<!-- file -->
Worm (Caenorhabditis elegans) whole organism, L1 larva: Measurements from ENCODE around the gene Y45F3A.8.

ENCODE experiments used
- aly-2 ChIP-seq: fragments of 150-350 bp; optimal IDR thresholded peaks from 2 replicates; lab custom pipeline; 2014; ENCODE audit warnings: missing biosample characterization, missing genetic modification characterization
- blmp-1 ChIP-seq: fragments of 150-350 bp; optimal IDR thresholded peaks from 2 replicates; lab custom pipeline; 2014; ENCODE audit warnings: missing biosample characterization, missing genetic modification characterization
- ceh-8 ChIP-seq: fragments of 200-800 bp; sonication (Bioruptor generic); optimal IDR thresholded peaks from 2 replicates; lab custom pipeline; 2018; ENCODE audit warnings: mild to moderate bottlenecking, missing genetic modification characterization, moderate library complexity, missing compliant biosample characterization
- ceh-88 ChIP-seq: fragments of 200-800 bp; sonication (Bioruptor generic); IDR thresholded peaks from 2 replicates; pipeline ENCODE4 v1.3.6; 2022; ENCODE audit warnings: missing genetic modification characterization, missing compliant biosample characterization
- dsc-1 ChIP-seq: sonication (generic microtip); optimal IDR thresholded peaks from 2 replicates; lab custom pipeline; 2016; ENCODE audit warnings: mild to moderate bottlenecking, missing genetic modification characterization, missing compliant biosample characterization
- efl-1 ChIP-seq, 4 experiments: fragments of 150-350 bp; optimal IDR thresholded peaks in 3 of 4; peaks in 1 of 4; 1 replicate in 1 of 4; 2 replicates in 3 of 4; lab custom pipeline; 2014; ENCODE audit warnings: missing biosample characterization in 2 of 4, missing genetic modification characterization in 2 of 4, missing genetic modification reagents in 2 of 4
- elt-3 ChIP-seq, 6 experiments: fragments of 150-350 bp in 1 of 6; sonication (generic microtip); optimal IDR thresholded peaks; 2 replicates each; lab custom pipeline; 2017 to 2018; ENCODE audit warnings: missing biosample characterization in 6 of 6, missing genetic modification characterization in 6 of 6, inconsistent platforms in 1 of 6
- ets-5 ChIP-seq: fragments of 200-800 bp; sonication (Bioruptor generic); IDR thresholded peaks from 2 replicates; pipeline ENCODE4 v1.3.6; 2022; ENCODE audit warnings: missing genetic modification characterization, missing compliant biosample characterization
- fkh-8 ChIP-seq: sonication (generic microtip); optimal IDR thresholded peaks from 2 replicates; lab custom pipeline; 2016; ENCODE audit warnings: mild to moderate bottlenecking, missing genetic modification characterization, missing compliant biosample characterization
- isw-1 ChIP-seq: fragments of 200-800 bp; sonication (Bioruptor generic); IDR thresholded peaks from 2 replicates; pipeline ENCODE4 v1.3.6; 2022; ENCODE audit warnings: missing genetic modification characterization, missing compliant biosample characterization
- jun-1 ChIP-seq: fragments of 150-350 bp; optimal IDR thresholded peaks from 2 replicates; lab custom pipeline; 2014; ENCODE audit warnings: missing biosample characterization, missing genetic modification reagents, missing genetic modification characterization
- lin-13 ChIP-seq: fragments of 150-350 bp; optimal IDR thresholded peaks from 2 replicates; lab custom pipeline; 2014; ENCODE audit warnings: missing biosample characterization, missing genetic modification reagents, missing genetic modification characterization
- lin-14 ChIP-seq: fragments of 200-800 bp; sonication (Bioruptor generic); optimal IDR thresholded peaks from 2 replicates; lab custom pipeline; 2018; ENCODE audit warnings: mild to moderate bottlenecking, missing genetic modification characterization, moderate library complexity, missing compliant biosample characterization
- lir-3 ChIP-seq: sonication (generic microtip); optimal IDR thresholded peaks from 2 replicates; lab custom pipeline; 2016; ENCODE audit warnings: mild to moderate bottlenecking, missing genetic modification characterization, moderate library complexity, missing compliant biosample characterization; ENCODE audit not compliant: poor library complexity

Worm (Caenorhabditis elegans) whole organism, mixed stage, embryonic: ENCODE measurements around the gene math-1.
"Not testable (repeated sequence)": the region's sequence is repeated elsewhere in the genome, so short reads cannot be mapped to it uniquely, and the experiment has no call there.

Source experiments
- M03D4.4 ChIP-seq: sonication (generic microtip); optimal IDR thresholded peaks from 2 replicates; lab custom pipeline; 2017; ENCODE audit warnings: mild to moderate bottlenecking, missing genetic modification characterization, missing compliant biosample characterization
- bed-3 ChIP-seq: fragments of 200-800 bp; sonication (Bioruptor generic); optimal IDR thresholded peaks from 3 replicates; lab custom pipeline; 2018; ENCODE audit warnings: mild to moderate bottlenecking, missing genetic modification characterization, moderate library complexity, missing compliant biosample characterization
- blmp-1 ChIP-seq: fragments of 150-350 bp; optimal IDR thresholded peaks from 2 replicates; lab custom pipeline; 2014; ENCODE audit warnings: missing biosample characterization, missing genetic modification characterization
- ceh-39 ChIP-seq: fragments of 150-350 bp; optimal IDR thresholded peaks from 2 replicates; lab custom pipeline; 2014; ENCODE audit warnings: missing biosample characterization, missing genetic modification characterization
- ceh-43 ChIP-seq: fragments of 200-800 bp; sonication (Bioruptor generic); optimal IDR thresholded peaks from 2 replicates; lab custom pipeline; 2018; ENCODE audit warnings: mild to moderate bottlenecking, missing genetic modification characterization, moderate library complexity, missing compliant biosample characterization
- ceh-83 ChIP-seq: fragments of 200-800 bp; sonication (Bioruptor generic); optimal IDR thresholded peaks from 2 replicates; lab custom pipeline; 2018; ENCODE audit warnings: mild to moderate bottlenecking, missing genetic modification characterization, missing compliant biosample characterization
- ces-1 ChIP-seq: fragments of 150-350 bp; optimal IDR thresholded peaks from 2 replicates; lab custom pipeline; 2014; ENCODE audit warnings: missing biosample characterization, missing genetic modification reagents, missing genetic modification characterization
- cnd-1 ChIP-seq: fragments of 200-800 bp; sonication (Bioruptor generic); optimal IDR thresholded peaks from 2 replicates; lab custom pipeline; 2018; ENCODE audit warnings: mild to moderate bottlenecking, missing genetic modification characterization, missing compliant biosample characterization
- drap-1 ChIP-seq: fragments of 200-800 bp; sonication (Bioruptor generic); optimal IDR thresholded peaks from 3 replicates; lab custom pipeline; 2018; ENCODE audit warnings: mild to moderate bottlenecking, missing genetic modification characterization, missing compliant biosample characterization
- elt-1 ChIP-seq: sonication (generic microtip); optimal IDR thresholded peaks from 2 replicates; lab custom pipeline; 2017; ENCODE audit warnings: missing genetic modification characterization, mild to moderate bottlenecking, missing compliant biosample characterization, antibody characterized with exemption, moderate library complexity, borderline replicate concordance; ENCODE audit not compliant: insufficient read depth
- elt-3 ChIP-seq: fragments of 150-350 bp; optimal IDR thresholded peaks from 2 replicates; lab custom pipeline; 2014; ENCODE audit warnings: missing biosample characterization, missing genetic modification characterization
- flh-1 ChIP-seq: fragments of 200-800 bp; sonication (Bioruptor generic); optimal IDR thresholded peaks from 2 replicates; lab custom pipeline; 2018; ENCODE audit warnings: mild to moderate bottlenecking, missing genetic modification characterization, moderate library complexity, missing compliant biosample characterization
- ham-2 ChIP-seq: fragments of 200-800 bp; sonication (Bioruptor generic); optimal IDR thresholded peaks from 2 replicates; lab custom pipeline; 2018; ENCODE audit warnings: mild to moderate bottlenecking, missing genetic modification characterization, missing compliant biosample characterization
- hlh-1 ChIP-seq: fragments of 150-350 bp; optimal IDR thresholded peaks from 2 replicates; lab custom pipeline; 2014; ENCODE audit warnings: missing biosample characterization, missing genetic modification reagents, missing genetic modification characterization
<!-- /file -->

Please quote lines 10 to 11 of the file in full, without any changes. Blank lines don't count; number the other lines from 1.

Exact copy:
- ets-5 ChIP-seq: fragments of 200-800 bp; sonication (Bioruptor generic); IDR thresholded peaks from 2 replicates; pipeline ENCODE4 v1.3.6; 2022; ENCODE audit warnings: missing genetic modification characterization, missing compliant biosample characterization
- fkh-8 ChIP-seq: sonication (generic microtip); optimal IDR thresholded peaks from 2 replicates; lab custom pipeline; 2016; ENCODE audit warnings: mild to moderate bottlenecking, missing genetic modification characterization, missing compliant biosample characterization